With the fourth industrial revolution on the verge of dominance in most industries, students from the Namibia University of Science and Technology (NUST) are already catching up with new technology by developing games and creating a platform for young innovators.
Youth Corner met the brilliant students at the NUST Technology Day recently as they showcased their skills on how they created and developed a computer-based game, ‘Muhoko Runner’.
Muhoko, derived from the word ‘Omuhoko’, meaning family or diversity in Otjiherero, was established in 2017 by a group of first-year students in the Faculty of Computing and Informatics after their lecturer challenged them to develop a game within a week.
“My friends and I came up with Muhoko Runner and our lecturer was impressed with our work. We were seven at the time, and our group comprised students from Malawi, South Africa, Kenya, Zimbabwe and Ghana. So, the diversity amongst the students just gave the drive and the impact of looking for a name such as Muhoko, and that is how we created the Muhoko society,” narrated the president of the society, Kutenda Nyamupfukudza.
Muhoko registers 52 innovative students every year under their society –and over the years, it has become a trailblazer for young innovators to follow through the development of prototyping mobile applications.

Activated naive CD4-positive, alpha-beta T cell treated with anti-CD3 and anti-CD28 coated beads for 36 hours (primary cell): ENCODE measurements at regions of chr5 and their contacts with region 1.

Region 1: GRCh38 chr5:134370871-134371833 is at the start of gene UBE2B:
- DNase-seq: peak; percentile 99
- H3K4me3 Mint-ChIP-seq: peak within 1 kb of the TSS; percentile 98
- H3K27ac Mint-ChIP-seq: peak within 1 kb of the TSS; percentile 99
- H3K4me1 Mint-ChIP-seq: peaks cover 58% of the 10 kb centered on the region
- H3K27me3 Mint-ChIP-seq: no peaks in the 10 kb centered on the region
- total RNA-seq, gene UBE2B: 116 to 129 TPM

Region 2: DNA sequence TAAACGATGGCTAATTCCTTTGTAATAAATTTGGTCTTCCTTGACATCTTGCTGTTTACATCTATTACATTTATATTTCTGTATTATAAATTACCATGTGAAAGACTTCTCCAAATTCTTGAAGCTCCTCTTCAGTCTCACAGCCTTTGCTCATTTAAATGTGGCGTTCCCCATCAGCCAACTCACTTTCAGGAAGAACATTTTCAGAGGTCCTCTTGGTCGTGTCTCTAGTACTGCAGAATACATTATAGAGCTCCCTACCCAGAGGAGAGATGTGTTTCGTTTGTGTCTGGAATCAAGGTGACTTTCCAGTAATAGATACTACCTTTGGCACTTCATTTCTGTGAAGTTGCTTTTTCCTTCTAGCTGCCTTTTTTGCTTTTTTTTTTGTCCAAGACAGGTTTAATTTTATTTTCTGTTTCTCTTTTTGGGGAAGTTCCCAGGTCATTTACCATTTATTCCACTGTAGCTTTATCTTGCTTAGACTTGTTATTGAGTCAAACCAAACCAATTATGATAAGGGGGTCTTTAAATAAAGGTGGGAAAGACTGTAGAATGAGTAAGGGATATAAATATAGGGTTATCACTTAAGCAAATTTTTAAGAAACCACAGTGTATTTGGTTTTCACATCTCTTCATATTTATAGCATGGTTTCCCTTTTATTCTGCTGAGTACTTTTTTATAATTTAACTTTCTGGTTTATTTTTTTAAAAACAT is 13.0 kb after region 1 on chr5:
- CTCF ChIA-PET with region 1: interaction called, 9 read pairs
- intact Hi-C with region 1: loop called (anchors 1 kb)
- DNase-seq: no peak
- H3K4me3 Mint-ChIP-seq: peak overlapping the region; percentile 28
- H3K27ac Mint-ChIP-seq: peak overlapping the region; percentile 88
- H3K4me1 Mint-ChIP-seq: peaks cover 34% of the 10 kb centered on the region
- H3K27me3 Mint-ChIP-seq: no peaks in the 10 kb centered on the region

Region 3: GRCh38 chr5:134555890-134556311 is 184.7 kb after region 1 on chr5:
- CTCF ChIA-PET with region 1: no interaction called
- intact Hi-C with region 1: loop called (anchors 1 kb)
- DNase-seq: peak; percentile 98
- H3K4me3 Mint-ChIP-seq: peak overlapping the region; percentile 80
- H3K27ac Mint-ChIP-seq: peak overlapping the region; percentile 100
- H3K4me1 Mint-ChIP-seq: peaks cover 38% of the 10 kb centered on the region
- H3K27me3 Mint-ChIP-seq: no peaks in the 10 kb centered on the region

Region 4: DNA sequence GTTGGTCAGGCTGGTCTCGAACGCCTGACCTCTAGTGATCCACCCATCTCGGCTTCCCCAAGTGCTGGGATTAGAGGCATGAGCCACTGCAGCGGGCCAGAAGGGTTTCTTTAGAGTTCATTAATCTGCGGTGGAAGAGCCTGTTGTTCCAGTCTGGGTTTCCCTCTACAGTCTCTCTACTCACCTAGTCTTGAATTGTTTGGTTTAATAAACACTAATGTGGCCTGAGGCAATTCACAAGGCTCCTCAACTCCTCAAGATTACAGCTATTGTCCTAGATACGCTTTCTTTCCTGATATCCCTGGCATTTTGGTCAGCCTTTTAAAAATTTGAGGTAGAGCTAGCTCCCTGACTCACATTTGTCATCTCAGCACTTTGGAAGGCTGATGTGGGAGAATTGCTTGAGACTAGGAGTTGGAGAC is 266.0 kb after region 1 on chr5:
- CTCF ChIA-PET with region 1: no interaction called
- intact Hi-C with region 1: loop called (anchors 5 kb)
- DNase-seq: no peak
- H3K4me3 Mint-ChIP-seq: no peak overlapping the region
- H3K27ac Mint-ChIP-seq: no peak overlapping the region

“The reason why the society has been progressing is that each year, when first-year students join our society, we initiate them, guide them and help them with extra programming courses. We teach them things they are not taught in class and offer them freelance work. So, at the end of the day, a student is probably a semester or two ahead of the curriculum – and by the time they graduate, they would have been working already because of that freelance work,” Nyamupfukudza said.
Nyamupfukudza, who is a third-year student, pursuing his bachelor degree in computer science, specialising in software development, said they aim to create a change in the technological society of Africa and beyond “to impart members with socialising skills, programming knowledge and teamwork skills when they are challenged with working in groups”.
These students have so far created 27 games in total and aim to create 52 games, which they will deploy on the system called the “Gaming Console”.
“Once you download the software, you get to experience 52 different games, of which some are board, 2D and 3D games,” he further explained.
Muhoko has grown to be more than just a students’ society.
According to Nyamupfukudza, they have also registered a company called Muhoko.org, which offers services ranging from software developing, designing, data analytics and business registration, among many other services.
“We need help from the public and private stakeholders to offer us freelance work or to sponsor where they can, as we are trying to survive in this gigantic industry. If there are people out there who need work to be done, we are just a phone call away,” he said.
More information about Muhoko can be found on www.society.muhoko.org